The cost of a bad review for brands
This article from Canada’s Financial Post was sent to me from a colleague.
It’s called “Is social media sabotaging your business”
But it misses a much bigger story.
In the article, the author talks about visiting Staples.ca and finding a bad review for an oil-filled radiator/heater.
“I noticed there was one product review from a Staples customer, so I clicked to read it. …The review is a salesperson’s worst nightmare. It’s from a dissatisfied customer named “JJ” who bought a radiator and had it spring a leak within two months. When JJ tried to return it, Staples told them it offered only a one-month warranty for exchange; JJ would have to contact the manufacturer.”
He goes on to chastise Staples. He thinks Staples should offer a new product to JJ. He thinks Staples doesn’t care. And that does seem to be the case.
The problem is: Staples doesn’t make the product that JJ hated. Staples stocks and sells this oil heater.
You can imagine that Staples and many online retailers will begin to look at negative reviews and instead of dealing with the reviewer, deal instead with the brands. Or, they’ll do both.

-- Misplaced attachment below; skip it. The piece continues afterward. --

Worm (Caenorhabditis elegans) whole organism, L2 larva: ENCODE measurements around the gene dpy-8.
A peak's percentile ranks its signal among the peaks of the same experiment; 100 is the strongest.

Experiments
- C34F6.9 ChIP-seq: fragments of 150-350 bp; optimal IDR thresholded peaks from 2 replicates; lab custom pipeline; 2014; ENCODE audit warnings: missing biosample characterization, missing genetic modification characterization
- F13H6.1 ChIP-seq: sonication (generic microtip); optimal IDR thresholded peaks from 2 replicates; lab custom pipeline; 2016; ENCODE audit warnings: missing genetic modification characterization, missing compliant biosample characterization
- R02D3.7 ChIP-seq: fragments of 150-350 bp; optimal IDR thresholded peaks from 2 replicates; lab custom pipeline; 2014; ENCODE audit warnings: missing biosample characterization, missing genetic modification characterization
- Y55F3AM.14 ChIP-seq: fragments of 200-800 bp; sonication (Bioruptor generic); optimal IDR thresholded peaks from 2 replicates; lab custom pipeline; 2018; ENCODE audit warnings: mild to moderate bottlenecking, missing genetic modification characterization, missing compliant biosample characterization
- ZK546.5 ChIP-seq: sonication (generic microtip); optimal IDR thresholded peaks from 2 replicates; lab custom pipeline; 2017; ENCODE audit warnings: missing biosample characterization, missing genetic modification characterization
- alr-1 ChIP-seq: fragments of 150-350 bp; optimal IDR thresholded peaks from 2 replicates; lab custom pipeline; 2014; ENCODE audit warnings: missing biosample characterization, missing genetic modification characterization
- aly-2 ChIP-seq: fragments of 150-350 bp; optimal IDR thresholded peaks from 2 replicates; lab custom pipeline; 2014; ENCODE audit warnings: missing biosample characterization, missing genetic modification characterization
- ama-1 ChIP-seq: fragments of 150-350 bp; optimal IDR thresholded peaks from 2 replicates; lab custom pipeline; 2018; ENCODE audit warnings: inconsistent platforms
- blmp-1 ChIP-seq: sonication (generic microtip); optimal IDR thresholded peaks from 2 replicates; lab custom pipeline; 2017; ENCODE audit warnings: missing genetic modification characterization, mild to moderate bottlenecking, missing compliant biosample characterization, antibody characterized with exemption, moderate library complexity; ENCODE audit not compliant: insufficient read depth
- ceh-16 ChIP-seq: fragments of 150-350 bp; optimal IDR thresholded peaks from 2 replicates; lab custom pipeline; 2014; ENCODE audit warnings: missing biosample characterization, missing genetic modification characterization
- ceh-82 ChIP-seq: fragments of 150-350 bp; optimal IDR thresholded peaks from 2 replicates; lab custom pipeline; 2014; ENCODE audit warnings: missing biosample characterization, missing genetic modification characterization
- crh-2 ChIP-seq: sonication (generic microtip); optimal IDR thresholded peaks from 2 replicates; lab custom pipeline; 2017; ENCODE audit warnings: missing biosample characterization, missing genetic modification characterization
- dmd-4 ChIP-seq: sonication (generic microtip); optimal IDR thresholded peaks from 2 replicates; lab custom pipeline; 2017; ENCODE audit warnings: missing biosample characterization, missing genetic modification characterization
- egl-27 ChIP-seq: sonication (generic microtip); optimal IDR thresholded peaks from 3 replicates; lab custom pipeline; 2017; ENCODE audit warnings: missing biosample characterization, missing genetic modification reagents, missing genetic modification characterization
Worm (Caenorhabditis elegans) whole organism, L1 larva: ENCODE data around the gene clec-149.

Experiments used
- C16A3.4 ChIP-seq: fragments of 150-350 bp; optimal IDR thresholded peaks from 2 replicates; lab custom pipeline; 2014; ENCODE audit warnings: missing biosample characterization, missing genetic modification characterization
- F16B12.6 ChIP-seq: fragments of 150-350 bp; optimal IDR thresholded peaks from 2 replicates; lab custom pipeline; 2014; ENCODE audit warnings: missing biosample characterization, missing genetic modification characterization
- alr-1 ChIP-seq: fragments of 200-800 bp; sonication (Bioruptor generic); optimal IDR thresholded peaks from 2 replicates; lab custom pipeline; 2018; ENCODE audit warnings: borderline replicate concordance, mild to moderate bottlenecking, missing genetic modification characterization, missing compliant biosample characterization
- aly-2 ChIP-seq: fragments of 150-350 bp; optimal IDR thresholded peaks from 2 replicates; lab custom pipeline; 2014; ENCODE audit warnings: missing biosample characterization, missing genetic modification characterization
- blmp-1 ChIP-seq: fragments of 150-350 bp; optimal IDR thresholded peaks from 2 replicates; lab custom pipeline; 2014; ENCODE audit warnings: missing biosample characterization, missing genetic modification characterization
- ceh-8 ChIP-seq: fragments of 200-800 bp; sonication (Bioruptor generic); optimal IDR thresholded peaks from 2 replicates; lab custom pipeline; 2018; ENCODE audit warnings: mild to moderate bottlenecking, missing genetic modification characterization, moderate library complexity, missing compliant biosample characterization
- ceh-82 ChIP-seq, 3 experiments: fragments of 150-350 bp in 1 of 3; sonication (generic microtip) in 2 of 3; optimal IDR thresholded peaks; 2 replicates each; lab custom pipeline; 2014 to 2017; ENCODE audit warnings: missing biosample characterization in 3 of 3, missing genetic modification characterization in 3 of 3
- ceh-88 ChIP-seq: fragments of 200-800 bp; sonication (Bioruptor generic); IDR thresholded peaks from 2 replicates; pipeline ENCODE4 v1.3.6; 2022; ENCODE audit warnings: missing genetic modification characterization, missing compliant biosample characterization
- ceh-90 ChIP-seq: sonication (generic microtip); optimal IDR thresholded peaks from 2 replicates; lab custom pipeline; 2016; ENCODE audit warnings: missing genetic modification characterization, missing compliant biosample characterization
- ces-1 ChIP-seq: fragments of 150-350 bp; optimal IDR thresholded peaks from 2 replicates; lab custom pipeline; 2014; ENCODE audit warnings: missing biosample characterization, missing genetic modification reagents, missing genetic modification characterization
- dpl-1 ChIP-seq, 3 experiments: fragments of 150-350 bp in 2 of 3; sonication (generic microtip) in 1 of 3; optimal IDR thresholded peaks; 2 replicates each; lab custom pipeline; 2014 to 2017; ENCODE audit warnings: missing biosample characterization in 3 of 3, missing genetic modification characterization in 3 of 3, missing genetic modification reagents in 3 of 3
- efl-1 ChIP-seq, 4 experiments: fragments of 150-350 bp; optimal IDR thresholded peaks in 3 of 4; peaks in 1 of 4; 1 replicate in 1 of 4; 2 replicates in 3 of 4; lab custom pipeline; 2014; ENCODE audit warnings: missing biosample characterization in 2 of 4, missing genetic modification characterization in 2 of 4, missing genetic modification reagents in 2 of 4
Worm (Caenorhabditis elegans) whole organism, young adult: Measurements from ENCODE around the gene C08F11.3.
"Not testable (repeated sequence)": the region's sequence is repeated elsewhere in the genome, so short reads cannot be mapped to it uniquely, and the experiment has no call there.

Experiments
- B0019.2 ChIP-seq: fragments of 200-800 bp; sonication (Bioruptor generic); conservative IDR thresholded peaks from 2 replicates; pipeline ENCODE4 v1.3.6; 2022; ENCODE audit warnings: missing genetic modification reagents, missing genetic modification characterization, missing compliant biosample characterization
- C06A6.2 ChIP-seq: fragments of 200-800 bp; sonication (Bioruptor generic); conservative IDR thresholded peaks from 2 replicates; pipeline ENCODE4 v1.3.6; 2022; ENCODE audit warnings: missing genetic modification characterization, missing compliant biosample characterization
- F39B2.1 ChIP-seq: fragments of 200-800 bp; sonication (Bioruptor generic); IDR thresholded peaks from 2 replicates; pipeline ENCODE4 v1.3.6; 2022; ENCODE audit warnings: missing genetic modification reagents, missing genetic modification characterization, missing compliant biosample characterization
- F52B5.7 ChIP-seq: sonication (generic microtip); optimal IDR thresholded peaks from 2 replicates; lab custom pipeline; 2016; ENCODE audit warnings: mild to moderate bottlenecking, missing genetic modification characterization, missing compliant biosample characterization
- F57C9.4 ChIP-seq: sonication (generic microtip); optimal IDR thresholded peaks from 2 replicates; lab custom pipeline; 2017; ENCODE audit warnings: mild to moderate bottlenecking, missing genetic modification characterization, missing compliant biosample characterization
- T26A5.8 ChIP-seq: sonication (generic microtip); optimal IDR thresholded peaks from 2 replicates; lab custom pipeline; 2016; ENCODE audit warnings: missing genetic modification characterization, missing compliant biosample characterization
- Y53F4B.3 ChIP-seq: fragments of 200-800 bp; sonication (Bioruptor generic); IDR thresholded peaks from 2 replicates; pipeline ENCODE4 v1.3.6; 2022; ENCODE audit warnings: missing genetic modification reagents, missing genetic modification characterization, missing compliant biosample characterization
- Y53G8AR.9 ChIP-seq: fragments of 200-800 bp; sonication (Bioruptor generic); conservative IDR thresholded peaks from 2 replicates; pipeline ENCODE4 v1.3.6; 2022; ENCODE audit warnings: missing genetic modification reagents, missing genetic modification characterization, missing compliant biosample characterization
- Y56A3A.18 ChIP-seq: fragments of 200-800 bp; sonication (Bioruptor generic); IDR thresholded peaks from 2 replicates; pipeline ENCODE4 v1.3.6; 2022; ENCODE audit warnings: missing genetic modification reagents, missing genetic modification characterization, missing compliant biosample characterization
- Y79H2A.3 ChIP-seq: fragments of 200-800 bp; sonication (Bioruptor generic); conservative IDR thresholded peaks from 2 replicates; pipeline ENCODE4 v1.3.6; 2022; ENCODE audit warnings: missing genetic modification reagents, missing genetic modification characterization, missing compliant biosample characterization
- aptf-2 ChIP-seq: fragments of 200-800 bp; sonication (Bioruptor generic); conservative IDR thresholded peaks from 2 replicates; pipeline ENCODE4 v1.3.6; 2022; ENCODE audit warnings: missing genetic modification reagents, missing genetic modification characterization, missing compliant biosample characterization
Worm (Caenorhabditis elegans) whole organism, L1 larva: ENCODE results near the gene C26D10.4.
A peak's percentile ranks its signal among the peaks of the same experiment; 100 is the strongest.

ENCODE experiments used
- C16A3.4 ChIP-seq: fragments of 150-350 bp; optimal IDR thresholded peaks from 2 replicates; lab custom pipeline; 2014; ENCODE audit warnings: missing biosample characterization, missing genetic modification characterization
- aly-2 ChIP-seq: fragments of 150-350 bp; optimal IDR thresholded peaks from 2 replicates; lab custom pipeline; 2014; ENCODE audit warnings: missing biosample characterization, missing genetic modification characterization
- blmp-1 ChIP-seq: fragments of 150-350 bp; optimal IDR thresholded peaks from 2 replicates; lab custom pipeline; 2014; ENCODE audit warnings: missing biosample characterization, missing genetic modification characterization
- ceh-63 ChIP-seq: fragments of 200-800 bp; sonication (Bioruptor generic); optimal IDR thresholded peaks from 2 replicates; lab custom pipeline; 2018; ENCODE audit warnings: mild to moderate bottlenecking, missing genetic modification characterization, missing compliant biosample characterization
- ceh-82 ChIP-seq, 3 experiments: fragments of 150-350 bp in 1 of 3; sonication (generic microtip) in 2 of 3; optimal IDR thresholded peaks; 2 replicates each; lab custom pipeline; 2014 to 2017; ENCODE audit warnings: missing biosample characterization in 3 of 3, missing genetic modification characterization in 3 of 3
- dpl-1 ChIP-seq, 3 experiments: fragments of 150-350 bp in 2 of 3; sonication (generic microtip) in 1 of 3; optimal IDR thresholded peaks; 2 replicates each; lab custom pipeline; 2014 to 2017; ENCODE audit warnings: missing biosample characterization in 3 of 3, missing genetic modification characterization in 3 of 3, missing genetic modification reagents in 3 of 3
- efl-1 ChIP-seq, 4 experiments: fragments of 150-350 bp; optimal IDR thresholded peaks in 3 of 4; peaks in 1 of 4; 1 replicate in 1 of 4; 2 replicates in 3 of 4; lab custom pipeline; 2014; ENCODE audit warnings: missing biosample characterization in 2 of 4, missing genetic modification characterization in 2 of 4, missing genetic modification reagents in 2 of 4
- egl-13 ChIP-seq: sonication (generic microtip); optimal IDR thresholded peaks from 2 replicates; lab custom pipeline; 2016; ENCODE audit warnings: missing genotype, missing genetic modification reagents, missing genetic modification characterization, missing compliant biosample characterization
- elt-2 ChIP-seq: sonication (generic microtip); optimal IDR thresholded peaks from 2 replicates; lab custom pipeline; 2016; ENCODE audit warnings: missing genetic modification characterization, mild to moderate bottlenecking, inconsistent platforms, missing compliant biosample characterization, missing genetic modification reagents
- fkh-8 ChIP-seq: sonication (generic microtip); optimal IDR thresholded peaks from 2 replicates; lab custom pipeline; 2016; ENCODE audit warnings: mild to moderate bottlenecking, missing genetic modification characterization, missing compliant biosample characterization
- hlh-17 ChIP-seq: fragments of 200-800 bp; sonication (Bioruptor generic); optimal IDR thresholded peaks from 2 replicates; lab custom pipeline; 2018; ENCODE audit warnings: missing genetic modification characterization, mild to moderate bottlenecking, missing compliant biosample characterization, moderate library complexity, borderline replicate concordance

But the fact is, if Staples stocks a product that people think is bad, the solution is stop selling the product and finding something better. I’ve heard that Walmart has a policy that says if a product gets a certain number of negative reviews it gets pulled from the site.
Retailers don’t want to be held responsible for the reviews of bad products. They don’t want articles like this one.
Eventually, it won’t fall to Staples to solve this, but on the brand that makes the product Staples shelves. They need that review to go away, or the product will go away from Staples/Target/Walmart, etc.